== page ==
@ericawhiteman live blogging from @cybermummy – out.

Martin and I were able to have what I guess is called a “date night”. Mini G went to Nanny and Poppy’s for a sleepover and we hit the open road down to London to celebrate a dear friend’s marriage.

The reception was a brillant low key party with AMAZING (yes, it deserves all caps) food at a cafe in Stoke Newington called Lemon Monkey.

In addition to the indulgent smoked meat platter and lovely cheeses, the cupcakes were a real treat. I was curious to see how they got them almost cylindrical. One of the bakers at the cafe has some tins (according to the staff). I must find out what sort of tins they are. They make the cutest rustic cupcake. The cream cheese frosting was so moreish, I found it hard to stop – but I did. No need to put on those lbs I recently lost!

lemon monkey cupcake

Ahh, date night. We don’t have enough photos together anymore. I’m behind the camera most of the time.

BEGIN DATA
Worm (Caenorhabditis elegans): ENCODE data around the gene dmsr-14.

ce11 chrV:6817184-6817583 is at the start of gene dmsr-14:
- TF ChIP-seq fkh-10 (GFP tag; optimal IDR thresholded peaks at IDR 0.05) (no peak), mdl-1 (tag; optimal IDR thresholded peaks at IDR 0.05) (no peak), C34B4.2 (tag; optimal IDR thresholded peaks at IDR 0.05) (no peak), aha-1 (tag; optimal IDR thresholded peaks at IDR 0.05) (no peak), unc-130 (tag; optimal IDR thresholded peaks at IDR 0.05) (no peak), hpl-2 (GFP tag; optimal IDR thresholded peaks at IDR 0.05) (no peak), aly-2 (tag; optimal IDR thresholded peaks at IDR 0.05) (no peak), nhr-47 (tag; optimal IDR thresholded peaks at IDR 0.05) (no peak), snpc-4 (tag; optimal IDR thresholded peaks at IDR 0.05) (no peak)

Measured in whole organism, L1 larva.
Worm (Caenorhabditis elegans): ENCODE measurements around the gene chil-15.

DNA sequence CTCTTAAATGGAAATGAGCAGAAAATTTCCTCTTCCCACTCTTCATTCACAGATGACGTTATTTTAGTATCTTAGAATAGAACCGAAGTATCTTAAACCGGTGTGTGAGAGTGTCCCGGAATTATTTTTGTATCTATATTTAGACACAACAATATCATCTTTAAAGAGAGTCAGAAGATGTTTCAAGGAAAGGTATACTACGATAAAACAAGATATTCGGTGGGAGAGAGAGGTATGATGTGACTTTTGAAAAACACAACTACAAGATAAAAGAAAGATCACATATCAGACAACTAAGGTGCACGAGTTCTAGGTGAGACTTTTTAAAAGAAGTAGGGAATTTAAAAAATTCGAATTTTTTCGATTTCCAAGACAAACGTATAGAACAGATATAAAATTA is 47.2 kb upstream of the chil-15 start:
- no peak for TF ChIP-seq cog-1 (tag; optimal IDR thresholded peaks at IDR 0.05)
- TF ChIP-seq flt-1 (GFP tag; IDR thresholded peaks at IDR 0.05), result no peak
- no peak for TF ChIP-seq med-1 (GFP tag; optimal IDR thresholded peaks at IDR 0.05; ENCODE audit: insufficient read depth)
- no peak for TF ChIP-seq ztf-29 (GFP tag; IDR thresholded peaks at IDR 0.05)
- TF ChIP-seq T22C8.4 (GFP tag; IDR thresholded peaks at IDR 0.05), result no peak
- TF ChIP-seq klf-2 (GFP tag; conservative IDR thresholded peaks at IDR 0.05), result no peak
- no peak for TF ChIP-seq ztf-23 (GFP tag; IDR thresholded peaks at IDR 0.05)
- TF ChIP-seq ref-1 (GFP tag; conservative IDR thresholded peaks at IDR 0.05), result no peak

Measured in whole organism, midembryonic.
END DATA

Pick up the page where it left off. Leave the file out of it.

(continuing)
night out

At wedding receptions, one tends to chat with everyone. Martin and I got into a conversation about food, baking etc with two lovely ladies, Analise who let me in on her secret to the best crumble ever (a pinch of ground coriander in the crumble mixture – who knew!?) and Lisa who turns out to be a reader of Cupcakesandotherstuff! I know people read my blog, I can see from my stats, but to meet one in the flesh who isn’t my dad or someone from my Twitter feed or Facebook page. So here’s a shout out to Lisa – thank you so much for reading!!

new fan Lisa

I need to get out more often. I’ll definitely be heading back to Lemon Monkey. When I find out what sort of tins they used, I’ll be baking my own cylindrical cupcakes…